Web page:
Oncology care is becoming increasingly relevant for healthcare organizations and professionals. Overall cancer rates are increasing due to rising life expectancy and growing populations. In 2030, more than 21 million men and women worldwide could develop cancer – 50% more than in 2012.1 Because of the exponential growth in the number of patients and the related costs, it’s key to identify advances tailored to improve care and patient outcomes.
This dossier explores how liquid biopsies are starting to transform the clinical routine and how to utilize the rapidly growing genomic data. A deeper understanding of molecular heterogeneity and the evolution of tumors, in particular, has opened the door for personalized cancer care. The molecular dynamics of lung cancer, for example, can be tracked using genetic signatures in the blood.2
1International Agency for Research on Cancer, Globocan 2012: http://globocan.iarc.fr/Pages/burden_sel.aspx (accessed 8 May 2017)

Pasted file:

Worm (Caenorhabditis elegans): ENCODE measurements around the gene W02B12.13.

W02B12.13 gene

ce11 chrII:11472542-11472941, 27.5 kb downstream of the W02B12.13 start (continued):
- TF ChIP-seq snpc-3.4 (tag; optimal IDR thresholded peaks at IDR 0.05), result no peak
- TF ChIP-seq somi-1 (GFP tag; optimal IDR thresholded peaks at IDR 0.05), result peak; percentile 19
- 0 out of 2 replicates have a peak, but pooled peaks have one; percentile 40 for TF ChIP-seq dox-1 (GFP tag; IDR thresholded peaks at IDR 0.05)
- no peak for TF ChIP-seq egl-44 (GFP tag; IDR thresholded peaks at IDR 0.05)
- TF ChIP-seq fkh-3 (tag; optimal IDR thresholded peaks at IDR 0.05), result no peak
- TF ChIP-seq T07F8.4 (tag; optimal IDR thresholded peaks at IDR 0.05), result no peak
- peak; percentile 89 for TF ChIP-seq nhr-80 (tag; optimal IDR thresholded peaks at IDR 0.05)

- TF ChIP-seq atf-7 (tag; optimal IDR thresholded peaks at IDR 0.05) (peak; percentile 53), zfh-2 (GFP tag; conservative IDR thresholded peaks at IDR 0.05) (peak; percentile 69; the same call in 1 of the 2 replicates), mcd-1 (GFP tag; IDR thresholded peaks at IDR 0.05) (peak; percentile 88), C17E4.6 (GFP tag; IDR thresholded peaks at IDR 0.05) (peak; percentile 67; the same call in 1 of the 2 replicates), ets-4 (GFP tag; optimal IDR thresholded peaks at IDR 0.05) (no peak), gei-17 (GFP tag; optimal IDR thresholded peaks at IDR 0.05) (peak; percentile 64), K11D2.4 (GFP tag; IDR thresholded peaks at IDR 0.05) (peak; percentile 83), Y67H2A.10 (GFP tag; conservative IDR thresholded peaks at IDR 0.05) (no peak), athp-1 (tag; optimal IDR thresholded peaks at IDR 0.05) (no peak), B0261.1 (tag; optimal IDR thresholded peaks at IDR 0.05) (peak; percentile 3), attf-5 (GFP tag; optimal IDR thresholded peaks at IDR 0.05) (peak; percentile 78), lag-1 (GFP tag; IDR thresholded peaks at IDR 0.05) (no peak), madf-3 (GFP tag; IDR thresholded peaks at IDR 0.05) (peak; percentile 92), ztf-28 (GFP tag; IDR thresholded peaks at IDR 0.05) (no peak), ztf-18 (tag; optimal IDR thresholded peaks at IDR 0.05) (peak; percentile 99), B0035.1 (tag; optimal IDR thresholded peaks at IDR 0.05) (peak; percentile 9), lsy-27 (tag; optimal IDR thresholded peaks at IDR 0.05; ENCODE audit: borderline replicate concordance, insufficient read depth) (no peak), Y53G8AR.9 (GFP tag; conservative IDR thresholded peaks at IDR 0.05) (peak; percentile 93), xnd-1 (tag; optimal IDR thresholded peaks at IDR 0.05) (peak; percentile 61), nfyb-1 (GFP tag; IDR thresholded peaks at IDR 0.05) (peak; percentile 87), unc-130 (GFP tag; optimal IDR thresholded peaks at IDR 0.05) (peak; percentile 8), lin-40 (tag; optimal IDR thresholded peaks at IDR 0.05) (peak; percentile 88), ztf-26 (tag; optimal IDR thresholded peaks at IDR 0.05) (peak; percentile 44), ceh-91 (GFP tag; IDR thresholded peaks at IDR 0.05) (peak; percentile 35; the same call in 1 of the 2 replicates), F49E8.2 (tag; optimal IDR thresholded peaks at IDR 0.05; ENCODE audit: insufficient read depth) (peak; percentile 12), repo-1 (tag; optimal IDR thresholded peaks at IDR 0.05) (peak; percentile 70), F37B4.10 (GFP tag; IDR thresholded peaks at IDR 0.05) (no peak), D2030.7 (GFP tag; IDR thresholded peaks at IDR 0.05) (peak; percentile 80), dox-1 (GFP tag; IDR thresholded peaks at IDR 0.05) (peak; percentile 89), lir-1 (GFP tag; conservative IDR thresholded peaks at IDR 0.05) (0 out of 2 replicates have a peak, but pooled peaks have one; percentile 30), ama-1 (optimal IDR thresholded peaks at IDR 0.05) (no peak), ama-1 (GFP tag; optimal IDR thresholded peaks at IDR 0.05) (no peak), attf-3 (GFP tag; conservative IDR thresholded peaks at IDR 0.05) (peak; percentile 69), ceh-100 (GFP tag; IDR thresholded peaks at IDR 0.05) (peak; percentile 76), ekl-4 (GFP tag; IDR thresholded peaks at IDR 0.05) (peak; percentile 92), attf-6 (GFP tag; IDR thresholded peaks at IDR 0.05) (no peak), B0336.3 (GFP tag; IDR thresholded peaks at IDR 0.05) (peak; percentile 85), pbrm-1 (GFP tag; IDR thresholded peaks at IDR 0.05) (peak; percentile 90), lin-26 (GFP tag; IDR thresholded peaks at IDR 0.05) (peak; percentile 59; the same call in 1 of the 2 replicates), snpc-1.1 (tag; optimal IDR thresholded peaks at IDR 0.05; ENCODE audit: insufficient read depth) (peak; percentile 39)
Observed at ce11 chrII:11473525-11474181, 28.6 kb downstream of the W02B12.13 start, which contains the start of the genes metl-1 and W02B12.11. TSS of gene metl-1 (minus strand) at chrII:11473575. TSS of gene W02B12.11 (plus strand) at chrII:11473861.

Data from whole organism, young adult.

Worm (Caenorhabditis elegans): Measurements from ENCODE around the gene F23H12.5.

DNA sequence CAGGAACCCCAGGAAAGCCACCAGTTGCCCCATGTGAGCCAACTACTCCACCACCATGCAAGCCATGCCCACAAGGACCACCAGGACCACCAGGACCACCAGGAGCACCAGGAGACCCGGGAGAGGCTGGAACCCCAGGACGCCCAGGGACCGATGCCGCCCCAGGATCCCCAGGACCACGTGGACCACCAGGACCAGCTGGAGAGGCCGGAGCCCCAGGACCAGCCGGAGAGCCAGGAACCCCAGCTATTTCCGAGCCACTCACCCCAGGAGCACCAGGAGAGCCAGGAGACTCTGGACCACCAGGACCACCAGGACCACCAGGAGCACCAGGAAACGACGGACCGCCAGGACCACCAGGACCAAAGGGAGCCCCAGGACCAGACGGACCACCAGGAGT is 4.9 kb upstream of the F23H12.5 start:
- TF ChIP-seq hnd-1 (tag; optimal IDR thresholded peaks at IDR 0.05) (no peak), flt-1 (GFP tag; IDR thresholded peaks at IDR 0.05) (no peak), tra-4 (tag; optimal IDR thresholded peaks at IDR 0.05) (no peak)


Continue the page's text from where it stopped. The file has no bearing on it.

2Abbosh C, Birkbak NJ, Wilson GA, et al. (2017) Phylogenetic ctDNA analysis depicts early stage lung cancer evolution. Nature, 26 April 2017. doi: 10.1038/nature22364 (Epub ahead of print)
The statements by Siemens’ customers described herein are based on results that were achieved in the customer's unique setting. Since there is no "typical" hospital and many variables exist (e.g., hospital size, case mix, level of IT adoption) there can be no guarantee that other customers will achieve the same results.